Smith degradation. CPS sample (12 mg) was oxidized with NaIO4 (29 mg in 1.5 ml water) at 20°C for 72 h in the dark and then reduced with NaBH4 (30 mg) for 24 h; water was evaporated and boric acid was removed by evaporation with 10% aqueous AcOH in methanol (three times). The degradation product was desalted on a Sephadex G-25 column (108 × 1.2 cm) in water; elution was monitored as described above. The obtained polymer was hydrolyzed with 2% aqueous AcOH (100°C, 2 h), and the products of hydrolysis were fractionated by gel-permeation chromatography on Sephadex G-25 as described above to yield modified polysaccharide (MPS) (2.6 mg).
NMR spectroscopy. The samples were deuterium-exchanged by freeze-drying from 99.9% D2O and then examined after dissolving in 99.95% D2O. The NMR spectra were recorded on an Avance II 600 MHz spectrometer (Bruker, Germany) at 60°C. Sodium 3-trimethylsilylpropanoate-2,2,3,3-d4 (δH 0, δC –1.6) was used as an internal reference for calibration. 2D NMR spectra were obtained using standard Bruker software; NMR data were acquired and processed with the Bruker TopSpin 2.1 program. A spin-lock time of 60 ms and a mixing time of 150 ms were used in TOCSY and ROESY experiments, respectively. A 60-ms delay was used for the evolution of long-range coupling to optimize 1H,13C HMBC experiments.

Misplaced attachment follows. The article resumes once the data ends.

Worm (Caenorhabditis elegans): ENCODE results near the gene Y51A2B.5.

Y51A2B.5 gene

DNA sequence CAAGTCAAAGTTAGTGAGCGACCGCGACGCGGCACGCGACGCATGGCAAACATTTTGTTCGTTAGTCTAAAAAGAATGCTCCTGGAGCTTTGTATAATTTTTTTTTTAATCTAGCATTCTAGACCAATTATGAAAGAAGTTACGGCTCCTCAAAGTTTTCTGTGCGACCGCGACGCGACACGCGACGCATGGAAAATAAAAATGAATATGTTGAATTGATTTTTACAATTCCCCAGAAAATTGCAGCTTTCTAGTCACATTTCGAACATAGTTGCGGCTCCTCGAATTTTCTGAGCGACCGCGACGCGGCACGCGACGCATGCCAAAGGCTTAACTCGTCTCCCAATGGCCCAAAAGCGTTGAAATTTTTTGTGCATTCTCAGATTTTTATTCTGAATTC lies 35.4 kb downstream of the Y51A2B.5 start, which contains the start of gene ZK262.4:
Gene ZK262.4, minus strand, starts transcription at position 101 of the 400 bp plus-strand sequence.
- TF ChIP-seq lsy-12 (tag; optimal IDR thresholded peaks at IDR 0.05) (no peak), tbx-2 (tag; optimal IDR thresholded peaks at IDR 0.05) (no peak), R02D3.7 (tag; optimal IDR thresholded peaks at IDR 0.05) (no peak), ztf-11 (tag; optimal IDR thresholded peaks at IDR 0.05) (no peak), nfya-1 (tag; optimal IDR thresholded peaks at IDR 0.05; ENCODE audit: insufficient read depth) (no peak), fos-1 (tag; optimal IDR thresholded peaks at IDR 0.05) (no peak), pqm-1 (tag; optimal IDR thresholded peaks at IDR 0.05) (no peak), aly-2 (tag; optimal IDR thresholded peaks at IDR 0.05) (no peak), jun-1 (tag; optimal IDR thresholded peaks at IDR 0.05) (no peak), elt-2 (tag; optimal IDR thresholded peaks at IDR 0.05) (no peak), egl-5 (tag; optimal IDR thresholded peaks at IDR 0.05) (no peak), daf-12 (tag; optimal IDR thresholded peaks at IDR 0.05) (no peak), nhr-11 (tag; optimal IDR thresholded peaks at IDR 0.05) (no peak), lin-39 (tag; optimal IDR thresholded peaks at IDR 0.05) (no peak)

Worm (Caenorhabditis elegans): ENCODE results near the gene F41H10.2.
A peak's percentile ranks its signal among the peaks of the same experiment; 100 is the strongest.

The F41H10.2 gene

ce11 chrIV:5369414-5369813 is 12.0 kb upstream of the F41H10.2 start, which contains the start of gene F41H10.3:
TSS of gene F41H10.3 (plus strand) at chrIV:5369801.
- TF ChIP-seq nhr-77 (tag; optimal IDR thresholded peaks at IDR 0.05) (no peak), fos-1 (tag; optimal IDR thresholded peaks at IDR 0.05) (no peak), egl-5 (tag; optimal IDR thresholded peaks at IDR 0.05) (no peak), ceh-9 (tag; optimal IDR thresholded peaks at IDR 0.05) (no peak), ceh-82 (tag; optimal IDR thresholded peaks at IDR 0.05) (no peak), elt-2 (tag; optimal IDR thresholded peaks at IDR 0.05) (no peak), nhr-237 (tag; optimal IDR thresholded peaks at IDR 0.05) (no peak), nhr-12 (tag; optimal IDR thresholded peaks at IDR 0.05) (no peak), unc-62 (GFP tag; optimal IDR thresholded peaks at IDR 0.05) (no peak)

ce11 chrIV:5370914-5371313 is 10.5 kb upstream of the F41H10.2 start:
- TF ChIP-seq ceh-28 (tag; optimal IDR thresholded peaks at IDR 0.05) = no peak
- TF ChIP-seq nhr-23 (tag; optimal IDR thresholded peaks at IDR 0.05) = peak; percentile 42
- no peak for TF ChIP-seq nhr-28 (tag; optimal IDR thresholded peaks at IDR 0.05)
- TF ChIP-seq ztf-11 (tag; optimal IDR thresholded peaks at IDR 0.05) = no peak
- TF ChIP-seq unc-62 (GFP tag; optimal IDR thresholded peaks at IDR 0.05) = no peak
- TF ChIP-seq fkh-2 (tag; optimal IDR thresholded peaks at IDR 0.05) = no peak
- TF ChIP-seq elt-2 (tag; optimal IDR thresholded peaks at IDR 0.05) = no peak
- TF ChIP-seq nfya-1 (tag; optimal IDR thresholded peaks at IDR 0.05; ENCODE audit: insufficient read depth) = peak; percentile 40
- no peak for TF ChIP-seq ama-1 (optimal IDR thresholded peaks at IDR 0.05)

Bioinformatics analysis. Short reads for the LUH5549 genome sequence were obtained from the Sequence Read Archive (SRA number DRS005644) and assembled into contigs using SPAdes . The KL32 gene cluster was identified between the fkpA and lldP genes and re-annotated using the nomenclature system described previously . CAZy (http://www.cazy.org/)  and Pfam (https://pfam.xfam.org)  databases were used to assign encoded proteins to their respective biosynthesis roles. The assembled sequence and the newly assigned annotations are available in GenBank under accession number KC526897.2. The genome sequence was assigned to a sequence type (ST) using the Pasteur MLST scheme for A. baumannii.